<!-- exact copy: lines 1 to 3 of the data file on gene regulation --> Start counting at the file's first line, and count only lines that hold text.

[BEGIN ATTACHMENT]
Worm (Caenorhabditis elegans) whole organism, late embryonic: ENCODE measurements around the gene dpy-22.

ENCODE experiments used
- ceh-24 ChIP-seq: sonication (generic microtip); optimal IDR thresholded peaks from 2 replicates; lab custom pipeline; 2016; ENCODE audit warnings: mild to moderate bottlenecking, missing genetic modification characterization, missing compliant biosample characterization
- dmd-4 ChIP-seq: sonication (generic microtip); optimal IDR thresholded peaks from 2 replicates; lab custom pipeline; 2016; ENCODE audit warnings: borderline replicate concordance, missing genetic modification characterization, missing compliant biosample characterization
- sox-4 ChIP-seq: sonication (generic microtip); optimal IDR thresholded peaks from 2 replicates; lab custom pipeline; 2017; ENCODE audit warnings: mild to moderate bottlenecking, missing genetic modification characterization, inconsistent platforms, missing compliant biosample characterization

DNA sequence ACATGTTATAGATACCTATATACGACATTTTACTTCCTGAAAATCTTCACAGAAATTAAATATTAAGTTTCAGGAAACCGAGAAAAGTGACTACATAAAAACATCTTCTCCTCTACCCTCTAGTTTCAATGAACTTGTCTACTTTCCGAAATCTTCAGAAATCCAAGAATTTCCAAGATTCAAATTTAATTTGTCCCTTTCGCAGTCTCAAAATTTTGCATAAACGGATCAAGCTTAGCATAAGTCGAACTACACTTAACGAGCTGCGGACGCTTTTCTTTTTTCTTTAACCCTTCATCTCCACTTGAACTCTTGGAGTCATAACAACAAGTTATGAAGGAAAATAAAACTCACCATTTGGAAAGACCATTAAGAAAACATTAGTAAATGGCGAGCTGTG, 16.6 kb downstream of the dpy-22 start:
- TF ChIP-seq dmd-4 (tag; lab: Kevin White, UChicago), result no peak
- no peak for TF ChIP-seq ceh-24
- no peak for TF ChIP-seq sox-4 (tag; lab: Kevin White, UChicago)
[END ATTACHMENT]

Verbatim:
Worm (Caenorhabditis elegans) whole organism, late embryonic: ENCODE measurements around the gene dpy-22.

ENCODE experiments used
- ceh-24 ChIP-seq: sonication (generic microtip); optimal IDR thresholded peaks from 2 replicates; lab custom pipeline; 2016; ENCODE audit warnings: mild to moderate bottlenecking, missing genetic modification characterization, missing compliant biosample characterization